Tyler Kitchings is an intern from Cleveland, who spent his summer with Nutrien Ag Solutions. Kitchings says he absolutely loved the time he had at Nutrien Ag and would recommend any student who is looking to get hands-on experience and  knowledge in their chosen field to do an internship.

“I started the first week in May and it was great. It was a paid internship and I learned so much. I did another internship last year and I felt like I learned so much about the agricultural business. Being from the Delta, agriculture is a big part of it, so I decided that I wanted to be a part of the agricultural industry when I had career choices before me. And I was offered the internship with Nutrien Ag Solutions in March and I started in May. And I have learned more through that internship this past summer than I think I have learned my whole life actually being around it. I would advise anybody who is looking to further their knowledge and experience to do an internship.”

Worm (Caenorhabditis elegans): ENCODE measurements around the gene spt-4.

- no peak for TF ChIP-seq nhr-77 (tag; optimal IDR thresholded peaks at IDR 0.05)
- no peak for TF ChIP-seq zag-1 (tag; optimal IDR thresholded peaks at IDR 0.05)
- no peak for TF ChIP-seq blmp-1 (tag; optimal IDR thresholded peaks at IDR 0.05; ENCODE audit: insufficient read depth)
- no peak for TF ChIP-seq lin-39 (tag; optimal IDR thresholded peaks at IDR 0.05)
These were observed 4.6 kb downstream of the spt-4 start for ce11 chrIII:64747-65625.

Kitchings goes to Delta State University and is majoring in General Environmental Science. He graduates in December and plans to go to Mississippi State and get his master’s. He says internships also provide a network, a way for students to get their presence known to potential employers.

“Getting my foot in the door is also important to me and internships give students that opportunity. I want to get my name out there so if a spot does open up somewhere, hopefully my name will pop up. And if I prove myself to be reliable and get a reputation for hard work and dependability, that’s really my goal. I think an internship is essential, especially going into a field that requires a lot of hands-on work.”